Troika was inevitable says ex-finance minister
Portugal’s finance minister at the time the country requested a €78Bn bailout from the IMF and EC, has admitted that it was a tough pill to swallow in 2011.
As Portugal marks exactly 10 years since external financial help was sought by the then socialist PS government of José Sócrates, Fernando Teixeira dos Santos said it was hard to convince the prime minister that there was no safe alternative.
That day it was decided to seek help, 6 April 2011, José Sócrates addressed the nation from his official residence São Bento at 8.30pm.
Speaking about his recollections of that day, Fernando Teixeira dos Santos said, “it was not easy to publicly admit my opinion regarding the request for help knowing how the prime minister was so against it.”
The troika (European Commission, International Monetary Fund and European Central Bank) was already in both Greece and Ireland, and in the first quarter of 2011 the country’s sovereign bonds were being “pressured” by International investors which, realising that Portugal was at risk, wanted more interest in return for buying the public debt bonds which Portugal relied on to finance large aspects of the State’s day-to-day administration.
The interest rates on 10-year bonds soared to 7% in the secondary markets and rang alarm bells throughout Europe, not to mention the Finance ministry even though José Sócrates had always argued that Portugal didn’t need an international bailout.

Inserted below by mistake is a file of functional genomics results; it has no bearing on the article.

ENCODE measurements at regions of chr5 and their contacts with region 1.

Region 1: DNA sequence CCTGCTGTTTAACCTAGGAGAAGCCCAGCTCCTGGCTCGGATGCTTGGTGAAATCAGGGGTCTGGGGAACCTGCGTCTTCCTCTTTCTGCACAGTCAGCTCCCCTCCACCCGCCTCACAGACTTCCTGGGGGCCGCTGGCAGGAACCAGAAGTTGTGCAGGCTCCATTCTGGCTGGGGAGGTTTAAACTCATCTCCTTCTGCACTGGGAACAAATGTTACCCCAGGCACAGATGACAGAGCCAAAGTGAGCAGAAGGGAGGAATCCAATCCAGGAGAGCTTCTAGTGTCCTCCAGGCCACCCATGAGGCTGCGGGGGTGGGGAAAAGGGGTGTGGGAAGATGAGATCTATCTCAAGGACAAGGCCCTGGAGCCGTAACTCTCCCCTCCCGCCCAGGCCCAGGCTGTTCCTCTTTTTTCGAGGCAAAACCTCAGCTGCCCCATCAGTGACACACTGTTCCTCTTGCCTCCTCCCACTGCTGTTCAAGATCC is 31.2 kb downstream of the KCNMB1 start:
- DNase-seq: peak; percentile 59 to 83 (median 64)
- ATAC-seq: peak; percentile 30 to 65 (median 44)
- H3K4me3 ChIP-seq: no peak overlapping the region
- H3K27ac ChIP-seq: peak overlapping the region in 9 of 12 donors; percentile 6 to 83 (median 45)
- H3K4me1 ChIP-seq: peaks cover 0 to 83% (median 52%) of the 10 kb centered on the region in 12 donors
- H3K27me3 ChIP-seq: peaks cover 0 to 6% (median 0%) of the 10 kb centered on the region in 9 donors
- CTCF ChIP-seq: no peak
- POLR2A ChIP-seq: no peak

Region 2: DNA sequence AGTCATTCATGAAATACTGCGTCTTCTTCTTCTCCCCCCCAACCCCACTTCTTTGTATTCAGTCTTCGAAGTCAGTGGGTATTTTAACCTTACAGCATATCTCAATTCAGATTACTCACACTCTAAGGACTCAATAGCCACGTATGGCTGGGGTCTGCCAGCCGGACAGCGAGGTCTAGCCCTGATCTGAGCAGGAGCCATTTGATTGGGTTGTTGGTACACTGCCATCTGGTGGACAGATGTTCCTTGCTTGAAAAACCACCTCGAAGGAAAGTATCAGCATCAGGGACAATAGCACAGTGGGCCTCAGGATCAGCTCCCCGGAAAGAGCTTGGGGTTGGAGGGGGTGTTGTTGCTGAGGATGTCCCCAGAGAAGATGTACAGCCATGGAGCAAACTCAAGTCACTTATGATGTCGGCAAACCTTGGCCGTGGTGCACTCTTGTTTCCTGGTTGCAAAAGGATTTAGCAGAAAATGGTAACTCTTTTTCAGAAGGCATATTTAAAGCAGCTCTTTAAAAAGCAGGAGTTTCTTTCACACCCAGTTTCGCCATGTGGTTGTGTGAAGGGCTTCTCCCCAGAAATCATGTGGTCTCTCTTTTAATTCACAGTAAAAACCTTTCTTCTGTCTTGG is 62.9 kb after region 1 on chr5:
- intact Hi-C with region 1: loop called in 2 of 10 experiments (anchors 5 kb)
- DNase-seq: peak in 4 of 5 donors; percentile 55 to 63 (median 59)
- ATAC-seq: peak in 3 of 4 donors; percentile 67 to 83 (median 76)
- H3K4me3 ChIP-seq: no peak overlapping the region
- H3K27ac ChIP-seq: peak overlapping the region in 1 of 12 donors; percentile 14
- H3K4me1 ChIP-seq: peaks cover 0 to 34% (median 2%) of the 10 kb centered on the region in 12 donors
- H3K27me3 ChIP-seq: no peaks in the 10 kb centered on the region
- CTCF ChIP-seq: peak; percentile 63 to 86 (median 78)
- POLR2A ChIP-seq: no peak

“Actually, I realised that it would be a huge risk for the country if that request had not been made. I had to point this out to the prime minister and that wasn’t an easy thing to do,” said the ex-finance minister.
The government’s decision was broken by the Jornal de Negócios in news published at 6.02pm that day with Teixeira dos Santos admitting that it was “necessary to apply for the financial mechanisms available within the European framework.”
Around two hours later, on that evening, José Sócrates informed the Portuguese public “I think that we have arrived at the moment at which to not take this decision would run risks that the country cannot afford to take,” he finally had to admit.
The aid package arrived over the next few months and years in various tranches in a total of €78Bn and came with a pocket book full of reforms that had to be made which spelled serious economic and social implications that Portugal and its people had to suffer for the next five years.